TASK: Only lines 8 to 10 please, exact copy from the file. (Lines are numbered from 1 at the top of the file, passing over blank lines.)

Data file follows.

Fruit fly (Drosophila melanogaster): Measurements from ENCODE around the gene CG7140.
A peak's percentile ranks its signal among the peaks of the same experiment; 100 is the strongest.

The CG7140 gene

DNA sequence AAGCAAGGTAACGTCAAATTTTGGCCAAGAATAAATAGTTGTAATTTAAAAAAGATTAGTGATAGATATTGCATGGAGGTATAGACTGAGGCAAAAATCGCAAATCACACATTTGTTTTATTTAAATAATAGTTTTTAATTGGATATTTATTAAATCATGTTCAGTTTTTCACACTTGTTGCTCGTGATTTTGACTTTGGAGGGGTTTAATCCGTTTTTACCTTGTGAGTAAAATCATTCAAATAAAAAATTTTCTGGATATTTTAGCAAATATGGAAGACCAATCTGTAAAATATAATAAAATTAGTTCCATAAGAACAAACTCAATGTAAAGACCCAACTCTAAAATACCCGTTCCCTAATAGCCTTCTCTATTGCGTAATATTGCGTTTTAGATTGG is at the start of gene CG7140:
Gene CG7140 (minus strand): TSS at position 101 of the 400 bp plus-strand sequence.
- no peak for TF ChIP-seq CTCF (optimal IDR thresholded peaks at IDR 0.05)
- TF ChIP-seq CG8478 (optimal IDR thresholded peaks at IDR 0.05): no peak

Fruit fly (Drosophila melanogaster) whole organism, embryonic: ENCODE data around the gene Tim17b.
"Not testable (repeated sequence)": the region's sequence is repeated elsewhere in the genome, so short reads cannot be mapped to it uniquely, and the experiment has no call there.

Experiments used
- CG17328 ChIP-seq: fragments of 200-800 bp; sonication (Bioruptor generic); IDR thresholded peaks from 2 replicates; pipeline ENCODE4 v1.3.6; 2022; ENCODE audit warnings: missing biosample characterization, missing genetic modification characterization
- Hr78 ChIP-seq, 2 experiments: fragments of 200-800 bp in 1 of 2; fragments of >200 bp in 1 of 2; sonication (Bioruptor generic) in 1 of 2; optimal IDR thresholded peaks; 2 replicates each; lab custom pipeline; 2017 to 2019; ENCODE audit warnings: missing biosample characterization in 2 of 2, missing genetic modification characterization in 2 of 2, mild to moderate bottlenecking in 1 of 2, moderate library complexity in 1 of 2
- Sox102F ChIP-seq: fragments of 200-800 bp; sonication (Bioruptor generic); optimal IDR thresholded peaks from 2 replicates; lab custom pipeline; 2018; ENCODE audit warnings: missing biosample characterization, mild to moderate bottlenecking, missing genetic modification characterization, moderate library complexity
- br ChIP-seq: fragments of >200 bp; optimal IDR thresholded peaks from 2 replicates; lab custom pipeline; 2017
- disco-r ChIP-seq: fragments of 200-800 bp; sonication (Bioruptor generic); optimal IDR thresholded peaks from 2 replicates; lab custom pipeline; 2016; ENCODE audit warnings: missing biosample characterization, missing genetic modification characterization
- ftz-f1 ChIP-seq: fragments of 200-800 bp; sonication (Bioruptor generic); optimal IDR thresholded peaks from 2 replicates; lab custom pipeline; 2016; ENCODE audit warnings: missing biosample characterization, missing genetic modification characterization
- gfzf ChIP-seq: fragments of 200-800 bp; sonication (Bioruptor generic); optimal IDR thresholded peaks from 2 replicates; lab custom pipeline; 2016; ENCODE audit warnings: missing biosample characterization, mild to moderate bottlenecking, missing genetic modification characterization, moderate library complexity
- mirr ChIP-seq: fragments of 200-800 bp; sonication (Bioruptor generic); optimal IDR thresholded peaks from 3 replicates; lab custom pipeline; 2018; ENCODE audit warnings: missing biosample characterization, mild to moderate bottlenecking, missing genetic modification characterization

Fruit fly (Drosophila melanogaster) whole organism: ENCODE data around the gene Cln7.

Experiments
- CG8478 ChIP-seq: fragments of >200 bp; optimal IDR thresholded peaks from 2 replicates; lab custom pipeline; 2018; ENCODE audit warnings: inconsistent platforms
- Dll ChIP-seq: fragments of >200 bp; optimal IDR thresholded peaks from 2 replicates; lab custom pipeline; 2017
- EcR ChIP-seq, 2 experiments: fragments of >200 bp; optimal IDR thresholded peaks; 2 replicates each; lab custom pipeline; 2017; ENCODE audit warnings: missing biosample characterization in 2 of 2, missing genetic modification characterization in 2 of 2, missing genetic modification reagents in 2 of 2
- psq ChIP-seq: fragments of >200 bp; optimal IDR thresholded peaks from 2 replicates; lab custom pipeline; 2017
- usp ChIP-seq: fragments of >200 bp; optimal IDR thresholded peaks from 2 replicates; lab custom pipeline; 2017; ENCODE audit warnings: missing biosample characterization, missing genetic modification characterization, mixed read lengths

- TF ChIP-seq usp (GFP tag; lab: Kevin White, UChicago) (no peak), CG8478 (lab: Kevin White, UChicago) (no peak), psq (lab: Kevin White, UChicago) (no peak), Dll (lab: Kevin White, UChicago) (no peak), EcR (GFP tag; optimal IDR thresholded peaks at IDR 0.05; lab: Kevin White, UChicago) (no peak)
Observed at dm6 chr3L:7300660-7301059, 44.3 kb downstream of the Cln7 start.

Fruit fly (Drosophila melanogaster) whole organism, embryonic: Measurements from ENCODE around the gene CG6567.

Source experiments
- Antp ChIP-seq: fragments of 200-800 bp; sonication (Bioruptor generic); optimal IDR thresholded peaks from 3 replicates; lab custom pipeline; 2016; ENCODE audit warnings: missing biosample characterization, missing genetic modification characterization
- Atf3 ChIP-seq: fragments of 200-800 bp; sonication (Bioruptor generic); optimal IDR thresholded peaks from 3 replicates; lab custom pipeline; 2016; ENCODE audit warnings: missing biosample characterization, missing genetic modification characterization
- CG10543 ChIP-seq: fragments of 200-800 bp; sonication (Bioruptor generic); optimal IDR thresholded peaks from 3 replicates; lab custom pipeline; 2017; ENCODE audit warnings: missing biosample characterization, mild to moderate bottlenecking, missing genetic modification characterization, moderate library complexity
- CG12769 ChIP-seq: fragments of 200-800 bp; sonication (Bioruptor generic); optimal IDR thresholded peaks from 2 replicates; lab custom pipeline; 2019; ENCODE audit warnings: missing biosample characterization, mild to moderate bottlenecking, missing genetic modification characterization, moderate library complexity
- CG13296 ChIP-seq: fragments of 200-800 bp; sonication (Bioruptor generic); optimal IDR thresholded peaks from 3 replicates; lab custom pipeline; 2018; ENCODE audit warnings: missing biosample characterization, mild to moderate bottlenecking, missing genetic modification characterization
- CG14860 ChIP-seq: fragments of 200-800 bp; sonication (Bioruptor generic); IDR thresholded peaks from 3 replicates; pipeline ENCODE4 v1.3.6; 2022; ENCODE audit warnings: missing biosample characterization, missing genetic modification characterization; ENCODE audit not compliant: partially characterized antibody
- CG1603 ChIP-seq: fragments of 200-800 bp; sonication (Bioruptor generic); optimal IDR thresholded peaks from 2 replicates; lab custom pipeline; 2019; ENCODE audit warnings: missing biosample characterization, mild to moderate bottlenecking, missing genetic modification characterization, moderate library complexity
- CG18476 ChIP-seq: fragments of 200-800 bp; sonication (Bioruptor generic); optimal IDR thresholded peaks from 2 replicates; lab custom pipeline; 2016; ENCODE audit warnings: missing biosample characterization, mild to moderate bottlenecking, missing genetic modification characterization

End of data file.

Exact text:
Fruit fly (Drosophila melanogaster) whole organism, embryonic: ENCODE data around the gene Tim17b.
"Not testable (repeated sequence)": the region's sequence is repeated elsewhere in the genome, so short reads cannot be mapped to it uniquely, and the experiment has no call there.

Experiments used